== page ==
We were asked to be the background music for the Center for South Asian Studies welcome back mixer. It was a 3 hour gig, our longest one yet. I was sure we would be repeating a lot, but I guess I had not realized how much reperatoir we actually know together. With this music, there is also the ability to improvize in every piece, so we took full advantage and streched out each piece. I think we ended up only repeating one or two pieces. By the end we were questioning weather anyone was listening, not that it mattered, we were just happy to be playing together, but we had to put it to the test. For the last piece of the night, Meeta quietly started playing Mary Had a Little Lamb and improvising with the melody. She would come back to the melody now and again and get a little stronger, and a little louder. We started turning some heads and putting smiles on peoples faces. When we did a dramatic end to it people clapped and we said good night.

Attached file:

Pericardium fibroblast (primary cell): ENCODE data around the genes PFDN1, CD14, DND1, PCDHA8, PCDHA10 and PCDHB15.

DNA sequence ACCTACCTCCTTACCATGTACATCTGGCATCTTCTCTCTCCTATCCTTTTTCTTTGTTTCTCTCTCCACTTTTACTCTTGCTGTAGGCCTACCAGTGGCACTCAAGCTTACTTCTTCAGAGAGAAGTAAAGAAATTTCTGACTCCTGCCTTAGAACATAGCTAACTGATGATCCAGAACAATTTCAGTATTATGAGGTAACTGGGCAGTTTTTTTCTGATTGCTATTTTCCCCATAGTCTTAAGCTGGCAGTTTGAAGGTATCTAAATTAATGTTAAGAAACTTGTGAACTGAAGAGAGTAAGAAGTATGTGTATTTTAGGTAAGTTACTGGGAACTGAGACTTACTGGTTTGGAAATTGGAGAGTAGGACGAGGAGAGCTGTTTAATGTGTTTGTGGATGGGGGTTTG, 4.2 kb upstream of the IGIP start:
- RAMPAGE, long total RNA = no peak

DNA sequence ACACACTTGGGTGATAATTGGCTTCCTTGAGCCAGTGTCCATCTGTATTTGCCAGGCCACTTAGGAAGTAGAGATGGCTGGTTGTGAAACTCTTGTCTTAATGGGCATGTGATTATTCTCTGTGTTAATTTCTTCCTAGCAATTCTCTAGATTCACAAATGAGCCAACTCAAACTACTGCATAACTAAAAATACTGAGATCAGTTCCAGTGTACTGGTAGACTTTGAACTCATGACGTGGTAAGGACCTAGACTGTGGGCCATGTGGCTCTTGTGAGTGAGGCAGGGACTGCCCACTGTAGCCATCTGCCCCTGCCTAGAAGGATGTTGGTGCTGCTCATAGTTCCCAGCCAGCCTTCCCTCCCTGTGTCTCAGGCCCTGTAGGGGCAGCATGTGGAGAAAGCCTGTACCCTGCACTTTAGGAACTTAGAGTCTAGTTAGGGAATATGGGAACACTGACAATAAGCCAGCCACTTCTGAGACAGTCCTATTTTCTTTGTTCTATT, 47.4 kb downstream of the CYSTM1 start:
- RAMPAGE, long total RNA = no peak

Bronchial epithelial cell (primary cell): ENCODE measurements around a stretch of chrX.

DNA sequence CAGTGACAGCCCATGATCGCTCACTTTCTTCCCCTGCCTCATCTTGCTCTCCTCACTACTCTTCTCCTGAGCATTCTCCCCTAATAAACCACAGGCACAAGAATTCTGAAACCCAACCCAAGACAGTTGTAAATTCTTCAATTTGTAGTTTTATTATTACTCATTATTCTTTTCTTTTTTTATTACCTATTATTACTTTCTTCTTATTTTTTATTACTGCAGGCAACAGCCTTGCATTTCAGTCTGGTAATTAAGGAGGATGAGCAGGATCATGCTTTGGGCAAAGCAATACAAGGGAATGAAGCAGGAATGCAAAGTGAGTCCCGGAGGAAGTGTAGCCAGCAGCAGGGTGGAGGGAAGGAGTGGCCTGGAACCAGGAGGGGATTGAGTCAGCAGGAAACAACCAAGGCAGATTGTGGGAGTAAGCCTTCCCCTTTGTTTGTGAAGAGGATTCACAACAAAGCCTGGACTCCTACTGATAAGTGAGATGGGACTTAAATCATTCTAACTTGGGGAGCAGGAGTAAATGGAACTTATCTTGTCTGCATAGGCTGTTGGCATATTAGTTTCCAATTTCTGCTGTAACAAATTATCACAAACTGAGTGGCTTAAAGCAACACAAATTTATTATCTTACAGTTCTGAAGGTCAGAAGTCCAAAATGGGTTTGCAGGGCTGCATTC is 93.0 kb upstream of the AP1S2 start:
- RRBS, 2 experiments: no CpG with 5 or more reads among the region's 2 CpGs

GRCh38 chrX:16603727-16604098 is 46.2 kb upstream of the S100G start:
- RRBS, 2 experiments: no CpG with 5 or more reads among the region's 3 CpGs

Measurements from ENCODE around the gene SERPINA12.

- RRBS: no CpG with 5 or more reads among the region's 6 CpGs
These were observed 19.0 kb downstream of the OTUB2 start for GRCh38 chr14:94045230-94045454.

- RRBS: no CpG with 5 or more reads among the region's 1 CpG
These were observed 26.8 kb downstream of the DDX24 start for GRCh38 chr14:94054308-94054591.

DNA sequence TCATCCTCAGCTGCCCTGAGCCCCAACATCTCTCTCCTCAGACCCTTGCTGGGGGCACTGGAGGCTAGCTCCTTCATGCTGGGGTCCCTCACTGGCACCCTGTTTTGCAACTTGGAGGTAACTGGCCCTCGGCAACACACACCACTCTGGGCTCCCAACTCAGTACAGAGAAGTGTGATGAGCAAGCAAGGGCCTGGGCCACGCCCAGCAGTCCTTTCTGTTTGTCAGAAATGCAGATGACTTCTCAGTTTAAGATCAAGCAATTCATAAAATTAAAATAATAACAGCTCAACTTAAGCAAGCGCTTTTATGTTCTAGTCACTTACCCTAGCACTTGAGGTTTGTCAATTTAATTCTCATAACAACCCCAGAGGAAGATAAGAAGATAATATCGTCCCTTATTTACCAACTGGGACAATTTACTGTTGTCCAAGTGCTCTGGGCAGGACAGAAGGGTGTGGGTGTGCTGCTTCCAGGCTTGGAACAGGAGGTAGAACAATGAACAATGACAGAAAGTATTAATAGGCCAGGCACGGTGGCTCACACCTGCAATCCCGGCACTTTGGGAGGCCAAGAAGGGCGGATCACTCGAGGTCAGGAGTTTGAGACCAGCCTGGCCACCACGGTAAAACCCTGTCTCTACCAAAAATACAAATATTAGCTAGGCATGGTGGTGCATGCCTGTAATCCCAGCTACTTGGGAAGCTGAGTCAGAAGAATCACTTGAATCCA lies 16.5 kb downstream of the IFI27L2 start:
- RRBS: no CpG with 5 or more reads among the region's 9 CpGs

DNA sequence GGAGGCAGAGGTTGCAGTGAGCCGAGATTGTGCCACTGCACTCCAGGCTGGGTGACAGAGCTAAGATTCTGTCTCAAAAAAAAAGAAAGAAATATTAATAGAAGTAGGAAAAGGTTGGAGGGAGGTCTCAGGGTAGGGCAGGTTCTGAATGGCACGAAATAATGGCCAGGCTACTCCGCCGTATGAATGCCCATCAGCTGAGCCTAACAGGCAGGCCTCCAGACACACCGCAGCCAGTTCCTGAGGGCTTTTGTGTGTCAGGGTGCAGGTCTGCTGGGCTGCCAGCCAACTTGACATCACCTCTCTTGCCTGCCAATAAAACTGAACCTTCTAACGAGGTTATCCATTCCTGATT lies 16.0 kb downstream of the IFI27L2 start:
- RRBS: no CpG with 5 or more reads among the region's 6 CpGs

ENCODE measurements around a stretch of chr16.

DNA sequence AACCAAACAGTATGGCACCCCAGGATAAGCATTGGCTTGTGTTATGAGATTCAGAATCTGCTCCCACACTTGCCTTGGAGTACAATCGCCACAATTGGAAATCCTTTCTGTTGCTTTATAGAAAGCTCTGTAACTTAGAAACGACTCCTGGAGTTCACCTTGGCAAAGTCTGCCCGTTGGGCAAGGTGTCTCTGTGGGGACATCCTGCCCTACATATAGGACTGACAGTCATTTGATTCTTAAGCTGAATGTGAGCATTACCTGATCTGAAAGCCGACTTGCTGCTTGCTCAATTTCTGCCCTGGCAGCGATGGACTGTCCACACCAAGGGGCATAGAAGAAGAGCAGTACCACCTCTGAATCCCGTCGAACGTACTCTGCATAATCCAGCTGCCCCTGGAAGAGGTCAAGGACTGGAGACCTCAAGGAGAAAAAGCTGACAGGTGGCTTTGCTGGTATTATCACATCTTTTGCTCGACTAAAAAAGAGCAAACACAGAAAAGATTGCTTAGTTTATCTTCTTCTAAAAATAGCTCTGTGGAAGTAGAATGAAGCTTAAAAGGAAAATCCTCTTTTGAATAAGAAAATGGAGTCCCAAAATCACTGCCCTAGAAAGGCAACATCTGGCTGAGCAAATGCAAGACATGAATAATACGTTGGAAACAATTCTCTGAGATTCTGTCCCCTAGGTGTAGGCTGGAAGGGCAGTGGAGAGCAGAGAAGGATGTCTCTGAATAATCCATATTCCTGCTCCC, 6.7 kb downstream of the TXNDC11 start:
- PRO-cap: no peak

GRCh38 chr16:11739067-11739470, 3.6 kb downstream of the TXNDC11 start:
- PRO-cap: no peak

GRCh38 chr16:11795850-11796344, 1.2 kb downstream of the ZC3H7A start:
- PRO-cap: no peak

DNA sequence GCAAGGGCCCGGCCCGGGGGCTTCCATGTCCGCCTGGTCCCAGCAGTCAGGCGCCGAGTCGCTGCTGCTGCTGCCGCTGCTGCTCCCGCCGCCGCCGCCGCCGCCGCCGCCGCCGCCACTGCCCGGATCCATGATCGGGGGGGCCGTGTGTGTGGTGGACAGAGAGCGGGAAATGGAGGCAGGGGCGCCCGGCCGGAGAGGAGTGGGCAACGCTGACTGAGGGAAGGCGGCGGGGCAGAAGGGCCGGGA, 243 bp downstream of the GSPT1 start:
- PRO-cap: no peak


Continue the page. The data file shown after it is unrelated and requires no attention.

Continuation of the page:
3 days later I was back at the Friends Center in Ann Arbor playing with the Kirtan. I showed up 2 1/2 hours early for some reason and set everything up. I played an hour before anyone else showed up. I kept playing as the other members came in and then we did a 45 minute rehearsal before the show. We took a 15 minute break and then played the regular 2 hour kirtan. The chanting went great. It a good sized group, about 60 people. By the end my hands felt limp. No pain though, which is a very good sign. There is so much benefit to be had when you play so much that your physical body gets worn out, provided you are not hurting yourself. You learn how to play with as little effort as possible. You also learn how to conserve your energy and get the most out of every stroke. I would love to have the opportunity to do this for a week straight sometime.....